Urban Theatre Project's BLAK BOX

CEO and Artistic Director of Urban Theatre Projects, Rosie Dennis, spoke with Rosie this week about the unique and exciting upcoming work, Blak Box, which arrives in Blacktown in January 2019 as part of the Sydney Festival. Learn more about the work here and make sure to get in early, this will be one not to miss!

Rosie Dennis

As the Artistic Director for Urban Theatre Projects, what role do you hope the company will play in the Australian arts scene both next year and the years to come?

We play a key role in the Australian arts landscape – all the work we produce is brand new and made through a collaborative process led by professional artists. It’s exciting as it means we’re at the very beginning of an idea with the artists we work with, it’s also riskier, and requires a different level of resourcing than staging an existing play.

How does BLAK BOX – Four Winds fit into the season of stories you want to tell in 2019?

The Four Winds program being presented in BLAK BOX continues our commitment to amplifying the voices of people who not only have incredible personal stories to tell, but stories that connect us with contemporary Sydney. In the case of Blak Box, these stories are told by Australia’s First People.

BLAK BOX has been described as a way to explore the urgent need for sharing of stories from older to younger Aboriginal people – how does BLAK BOX explore this urgency?

I might quote Blak Box Curator, Daniel Browning: “Four Winds is a speculation about the possible future as much as a recollection of the past. In four individual lives we can find stories which resonate and confront. A simple truth underpins the storytelling in Four Winds. Listening deeply and intently, even for a moment, bridges the gulf that separates one human being from another.”

To experience the work, audiences sit inside the box, in almost complete darkness. It’s within this meditative space that the images contained within the work become more powerful as our imagination builds a vivid picture of what Australia was like during the childhoods of Uncle Wes and Aunty Edna and reflect on ourselves as a nation today.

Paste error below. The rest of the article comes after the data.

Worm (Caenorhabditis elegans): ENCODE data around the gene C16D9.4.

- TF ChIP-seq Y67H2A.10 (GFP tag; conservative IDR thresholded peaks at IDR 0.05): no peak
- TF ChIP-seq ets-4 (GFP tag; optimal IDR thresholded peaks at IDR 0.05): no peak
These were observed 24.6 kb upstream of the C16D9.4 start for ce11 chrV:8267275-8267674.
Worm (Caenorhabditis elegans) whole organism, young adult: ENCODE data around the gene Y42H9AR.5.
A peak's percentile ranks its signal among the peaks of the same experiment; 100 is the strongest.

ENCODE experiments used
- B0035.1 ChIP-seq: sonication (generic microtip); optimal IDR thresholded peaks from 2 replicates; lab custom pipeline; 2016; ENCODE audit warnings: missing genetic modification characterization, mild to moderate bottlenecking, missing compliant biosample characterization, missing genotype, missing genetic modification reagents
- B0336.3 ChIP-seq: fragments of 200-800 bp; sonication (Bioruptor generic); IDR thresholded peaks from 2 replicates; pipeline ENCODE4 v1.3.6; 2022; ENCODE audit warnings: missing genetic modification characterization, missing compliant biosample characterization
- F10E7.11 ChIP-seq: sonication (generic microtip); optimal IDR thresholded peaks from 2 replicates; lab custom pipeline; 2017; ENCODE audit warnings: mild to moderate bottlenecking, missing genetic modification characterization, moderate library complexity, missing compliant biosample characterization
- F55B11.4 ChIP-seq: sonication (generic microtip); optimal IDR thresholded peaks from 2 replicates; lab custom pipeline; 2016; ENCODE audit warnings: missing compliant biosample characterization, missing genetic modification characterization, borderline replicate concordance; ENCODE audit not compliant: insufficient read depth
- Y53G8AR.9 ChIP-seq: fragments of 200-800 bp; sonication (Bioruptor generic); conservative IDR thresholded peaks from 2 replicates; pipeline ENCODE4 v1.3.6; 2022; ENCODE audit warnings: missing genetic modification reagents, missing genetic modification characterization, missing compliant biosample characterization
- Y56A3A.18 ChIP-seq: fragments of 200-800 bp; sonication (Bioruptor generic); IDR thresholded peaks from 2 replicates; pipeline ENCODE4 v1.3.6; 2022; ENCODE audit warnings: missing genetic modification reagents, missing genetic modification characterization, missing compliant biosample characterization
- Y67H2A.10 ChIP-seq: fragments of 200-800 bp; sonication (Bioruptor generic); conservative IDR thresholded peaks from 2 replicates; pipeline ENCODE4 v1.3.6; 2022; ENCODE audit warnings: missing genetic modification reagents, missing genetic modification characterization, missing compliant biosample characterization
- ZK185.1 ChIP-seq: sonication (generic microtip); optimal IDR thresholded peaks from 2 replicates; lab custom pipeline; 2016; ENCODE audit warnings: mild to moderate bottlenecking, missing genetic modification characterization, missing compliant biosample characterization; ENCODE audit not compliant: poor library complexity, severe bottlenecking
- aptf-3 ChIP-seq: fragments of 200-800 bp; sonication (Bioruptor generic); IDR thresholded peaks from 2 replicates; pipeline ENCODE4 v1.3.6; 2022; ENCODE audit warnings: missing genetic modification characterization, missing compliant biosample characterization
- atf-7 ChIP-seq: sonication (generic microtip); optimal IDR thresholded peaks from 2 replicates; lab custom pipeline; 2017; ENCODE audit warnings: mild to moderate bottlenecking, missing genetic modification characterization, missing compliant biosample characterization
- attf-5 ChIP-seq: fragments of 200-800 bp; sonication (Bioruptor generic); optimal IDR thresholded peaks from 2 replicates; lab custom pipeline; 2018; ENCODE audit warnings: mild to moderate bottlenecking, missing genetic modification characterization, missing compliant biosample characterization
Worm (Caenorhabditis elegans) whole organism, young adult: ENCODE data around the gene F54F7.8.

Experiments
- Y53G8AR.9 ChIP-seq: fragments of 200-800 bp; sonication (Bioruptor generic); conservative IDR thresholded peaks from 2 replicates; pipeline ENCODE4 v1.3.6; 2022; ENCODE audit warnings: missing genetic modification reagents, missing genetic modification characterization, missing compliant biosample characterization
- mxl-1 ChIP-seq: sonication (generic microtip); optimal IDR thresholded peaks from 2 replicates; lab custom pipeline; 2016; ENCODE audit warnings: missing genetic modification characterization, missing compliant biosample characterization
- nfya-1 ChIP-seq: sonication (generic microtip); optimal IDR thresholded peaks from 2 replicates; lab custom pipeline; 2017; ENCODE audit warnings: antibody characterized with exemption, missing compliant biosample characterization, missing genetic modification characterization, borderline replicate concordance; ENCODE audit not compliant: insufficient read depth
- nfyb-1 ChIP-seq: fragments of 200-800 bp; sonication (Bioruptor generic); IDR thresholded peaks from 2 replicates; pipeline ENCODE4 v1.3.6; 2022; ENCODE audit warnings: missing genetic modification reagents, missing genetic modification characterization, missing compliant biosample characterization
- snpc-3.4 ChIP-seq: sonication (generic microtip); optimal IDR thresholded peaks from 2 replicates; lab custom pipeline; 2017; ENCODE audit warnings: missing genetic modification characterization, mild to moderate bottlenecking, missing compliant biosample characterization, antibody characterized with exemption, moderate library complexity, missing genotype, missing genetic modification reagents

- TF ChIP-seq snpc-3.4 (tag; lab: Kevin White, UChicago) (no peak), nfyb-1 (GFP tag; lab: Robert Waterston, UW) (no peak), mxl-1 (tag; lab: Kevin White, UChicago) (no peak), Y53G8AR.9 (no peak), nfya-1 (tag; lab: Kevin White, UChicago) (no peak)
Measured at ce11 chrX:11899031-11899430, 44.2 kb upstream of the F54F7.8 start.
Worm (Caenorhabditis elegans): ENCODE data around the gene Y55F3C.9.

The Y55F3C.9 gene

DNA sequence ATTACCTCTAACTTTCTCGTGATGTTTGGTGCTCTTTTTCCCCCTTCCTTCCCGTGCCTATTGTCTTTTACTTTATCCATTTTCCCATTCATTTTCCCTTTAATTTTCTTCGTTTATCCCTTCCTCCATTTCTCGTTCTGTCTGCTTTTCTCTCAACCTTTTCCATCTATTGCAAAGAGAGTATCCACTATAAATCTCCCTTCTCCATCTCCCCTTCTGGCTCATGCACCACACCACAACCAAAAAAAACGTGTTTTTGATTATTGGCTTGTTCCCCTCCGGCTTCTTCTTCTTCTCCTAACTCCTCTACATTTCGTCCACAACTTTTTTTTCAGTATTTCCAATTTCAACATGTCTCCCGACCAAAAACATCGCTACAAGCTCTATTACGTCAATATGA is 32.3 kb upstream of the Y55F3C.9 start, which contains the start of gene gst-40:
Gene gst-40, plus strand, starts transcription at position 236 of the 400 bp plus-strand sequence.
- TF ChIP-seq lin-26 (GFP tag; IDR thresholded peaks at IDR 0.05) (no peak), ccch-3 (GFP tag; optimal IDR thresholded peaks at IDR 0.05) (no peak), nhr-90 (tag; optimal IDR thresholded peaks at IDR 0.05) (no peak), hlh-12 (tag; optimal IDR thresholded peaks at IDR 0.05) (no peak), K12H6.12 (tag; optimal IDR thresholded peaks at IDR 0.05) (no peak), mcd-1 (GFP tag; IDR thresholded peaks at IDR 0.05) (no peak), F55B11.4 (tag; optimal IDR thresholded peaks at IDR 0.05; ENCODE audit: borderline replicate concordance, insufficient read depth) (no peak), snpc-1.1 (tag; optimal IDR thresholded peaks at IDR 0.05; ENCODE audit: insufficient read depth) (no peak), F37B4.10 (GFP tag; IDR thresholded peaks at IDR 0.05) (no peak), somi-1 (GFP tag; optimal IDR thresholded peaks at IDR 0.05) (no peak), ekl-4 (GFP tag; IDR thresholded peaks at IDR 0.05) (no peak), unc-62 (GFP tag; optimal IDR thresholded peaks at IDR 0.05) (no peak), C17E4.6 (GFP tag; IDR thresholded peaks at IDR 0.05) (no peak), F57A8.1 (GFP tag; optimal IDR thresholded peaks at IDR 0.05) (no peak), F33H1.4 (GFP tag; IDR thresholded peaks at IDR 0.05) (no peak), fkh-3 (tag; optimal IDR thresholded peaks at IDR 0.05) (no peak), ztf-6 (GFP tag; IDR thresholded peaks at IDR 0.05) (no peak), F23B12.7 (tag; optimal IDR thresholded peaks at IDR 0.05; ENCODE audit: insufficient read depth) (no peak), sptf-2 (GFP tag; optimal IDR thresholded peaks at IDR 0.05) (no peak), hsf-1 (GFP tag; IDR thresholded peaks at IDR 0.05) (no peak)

Have you found such a technology-based work successful in mediating conversation between the generations, or has there been pushback from the older generation? Does the use of technology take away from tradition or enhance it?

Yes, it’s been really successful in terms of focusing the conversation – Daniel Browning (the Curator of Four Winds) and Andrea James (the Producer) workshopped a series of ideas, issues and questions with Uncle Wes, Aunty Edna, Shaun and Savarna (the four people featured in the program) prior to recording the conversations.

There’s been no push back at all from the Elders. I think the older generation acknowledge the role technology can play in capturing stories and continuing the oral story telling tradition. Both Uncle Wes and Aunty Edna have very contemporary views of the world.

As theatre makers, how can we use our platform to continue telling these important stories? What stories do you want to tell next?

It’s important to keep telling stories in whatever format they might take, and telling the stories from people we don’t hear from often. They’re the stories I want to see on our stage and screen.


Favourite production you have ever seen?

Too many to name.

You’re getting on a plane tomorrow and you can go anywhere in the world, where do you go?


What is your dream show/installation/exhibition to direct?

At the moment my dream is to write and direct a screenplay.

Plays or musicals?


What’s next for you after this?

We’re company in residence for the next 3 years with Ten Days on the Island in Tasmania making a new work so I’ll be travelling between western Sydney and Burnie quite a bit.

Tickets are available here.

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